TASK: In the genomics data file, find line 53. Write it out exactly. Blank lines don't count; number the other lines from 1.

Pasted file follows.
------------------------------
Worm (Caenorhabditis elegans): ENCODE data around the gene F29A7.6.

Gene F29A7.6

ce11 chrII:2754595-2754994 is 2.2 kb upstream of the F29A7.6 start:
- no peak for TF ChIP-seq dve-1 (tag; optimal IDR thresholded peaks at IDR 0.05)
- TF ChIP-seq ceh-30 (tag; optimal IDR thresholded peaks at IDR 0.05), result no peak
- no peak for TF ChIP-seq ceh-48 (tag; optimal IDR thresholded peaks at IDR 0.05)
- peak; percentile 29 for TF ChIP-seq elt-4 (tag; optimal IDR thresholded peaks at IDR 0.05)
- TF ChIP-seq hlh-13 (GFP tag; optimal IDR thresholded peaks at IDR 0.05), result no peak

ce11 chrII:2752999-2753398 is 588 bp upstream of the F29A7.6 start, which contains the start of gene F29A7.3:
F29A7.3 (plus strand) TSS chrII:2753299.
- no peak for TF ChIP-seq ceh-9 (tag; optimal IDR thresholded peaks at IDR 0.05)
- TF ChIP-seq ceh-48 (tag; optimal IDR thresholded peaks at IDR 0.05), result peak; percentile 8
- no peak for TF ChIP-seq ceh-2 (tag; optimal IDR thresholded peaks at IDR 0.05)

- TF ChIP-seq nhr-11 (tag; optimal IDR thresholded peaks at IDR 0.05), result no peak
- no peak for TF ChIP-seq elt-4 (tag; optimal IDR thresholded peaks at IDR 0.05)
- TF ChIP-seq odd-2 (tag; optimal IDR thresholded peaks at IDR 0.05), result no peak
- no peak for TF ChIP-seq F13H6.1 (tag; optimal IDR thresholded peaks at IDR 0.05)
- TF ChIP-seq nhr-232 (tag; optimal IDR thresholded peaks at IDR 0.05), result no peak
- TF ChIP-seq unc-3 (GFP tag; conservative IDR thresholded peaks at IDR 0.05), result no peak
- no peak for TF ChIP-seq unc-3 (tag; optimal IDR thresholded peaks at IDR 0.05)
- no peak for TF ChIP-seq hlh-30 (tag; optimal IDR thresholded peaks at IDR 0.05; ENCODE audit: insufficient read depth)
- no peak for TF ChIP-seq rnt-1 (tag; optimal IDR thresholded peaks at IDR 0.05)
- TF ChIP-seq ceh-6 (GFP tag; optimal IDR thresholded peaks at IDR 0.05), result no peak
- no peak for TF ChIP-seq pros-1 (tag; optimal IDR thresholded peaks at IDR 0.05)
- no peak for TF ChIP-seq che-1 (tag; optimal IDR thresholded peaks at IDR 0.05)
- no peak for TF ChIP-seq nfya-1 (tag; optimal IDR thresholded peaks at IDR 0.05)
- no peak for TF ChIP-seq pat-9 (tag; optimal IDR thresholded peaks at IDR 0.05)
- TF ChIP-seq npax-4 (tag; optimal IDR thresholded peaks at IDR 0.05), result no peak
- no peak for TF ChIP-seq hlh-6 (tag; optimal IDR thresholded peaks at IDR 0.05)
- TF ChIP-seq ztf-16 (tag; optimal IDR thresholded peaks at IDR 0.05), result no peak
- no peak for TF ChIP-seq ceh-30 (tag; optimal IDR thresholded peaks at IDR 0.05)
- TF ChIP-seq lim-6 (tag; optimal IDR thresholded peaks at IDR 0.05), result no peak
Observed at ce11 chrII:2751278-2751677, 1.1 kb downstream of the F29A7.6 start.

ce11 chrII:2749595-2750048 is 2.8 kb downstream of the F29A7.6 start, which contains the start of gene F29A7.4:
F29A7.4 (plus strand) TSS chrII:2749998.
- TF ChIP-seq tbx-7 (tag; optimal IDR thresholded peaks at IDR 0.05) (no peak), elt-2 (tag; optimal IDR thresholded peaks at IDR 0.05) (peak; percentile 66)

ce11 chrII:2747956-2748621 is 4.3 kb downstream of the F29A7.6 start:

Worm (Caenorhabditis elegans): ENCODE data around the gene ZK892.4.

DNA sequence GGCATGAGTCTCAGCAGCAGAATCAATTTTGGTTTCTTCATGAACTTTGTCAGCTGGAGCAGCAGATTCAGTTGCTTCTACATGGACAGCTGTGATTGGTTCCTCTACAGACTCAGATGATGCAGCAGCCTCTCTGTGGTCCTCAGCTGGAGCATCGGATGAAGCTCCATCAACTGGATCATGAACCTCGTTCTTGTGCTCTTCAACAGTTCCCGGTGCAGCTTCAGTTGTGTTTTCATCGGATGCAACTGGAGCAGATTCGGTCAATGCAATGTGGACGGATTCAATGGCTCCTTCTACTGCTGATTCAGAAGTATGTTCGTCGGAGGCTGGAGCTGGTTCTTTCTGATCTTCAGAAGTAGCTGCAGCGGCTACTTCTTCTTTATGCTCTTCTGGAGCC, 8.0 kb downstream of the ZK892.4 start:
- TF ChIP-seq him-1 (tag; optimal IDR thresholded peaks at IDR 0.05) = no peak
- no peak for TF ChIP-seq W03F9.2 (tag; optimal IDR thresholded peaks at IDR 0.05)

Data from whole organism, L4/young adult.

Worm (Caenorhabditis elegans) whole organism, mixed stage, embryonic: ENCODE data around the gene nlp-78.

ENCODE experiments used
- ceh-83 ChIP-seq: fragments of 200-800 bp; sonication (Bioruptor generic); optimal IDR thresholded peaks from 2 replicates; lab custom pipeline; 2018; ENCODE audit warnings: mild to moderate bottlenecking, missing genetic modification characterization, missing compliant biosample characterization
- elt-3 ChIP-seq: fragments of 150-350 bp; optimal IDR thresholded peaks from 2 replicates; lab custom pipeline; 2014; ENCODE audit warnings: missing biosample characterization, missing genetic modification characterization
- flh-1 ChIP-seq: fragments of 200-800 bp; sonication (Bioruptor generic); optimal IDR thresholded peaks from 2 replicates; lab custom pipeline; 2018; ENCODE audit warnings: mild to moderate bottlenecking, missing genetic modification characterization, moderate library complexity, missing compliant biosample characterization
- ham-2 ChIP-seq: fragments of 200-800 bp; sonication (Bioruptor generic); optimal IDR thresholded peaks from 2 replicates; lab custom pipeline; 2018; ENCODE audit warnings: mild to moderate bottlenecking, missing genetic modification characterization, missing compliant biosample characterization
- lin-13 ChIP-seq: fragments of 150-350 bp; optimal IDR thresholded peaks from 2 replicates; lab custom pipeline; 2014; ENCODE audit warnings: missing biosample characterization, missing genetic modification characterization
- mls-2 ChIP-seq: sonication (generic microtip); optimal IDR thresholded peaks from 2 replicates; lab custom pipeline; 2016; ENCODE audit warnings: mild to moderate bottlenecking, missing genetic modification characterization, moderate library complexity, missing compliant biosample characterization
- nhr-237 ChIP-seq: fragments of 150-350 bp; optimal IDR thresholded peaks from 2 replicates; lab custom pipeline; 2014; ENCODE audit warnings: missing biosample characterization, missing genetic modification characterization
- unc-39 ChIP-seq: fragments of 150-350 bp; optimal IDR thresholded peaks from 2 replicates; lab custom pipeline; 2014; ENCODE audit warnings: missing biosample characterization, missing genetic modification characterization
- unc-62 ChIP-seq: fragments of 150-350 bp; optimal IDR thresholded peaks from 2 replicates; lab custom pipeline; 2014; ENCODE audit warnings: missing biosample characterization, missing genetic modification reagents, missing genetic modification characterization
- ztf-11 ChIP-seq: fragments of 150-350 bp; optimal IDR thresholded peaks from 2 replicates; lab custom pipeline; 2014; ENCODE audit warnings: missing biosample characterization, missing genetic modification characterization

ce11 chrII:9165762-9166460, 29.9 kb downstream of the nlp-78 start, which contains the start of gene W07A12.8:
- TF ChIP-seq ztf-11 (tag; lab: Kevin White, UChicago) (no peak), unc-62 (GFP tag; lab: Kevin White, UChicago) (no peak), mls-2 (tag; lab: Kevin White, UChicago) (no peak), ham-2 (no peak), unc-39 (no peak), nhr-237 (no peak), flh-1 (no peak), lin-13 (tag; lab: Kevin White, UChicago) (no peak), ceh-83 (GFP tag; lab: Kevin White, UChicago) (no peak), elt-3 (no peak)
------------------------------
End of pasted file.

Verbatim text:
- unc-62 ChIP-seq: fragments of 150-350 bp; optimal IDR thresholded peaks from 2 replicates; lab custom pipeline; 2014; ENCODE audit warnings: missing biosample characterization, missing genetic modification reagents, missing genetic modification characterization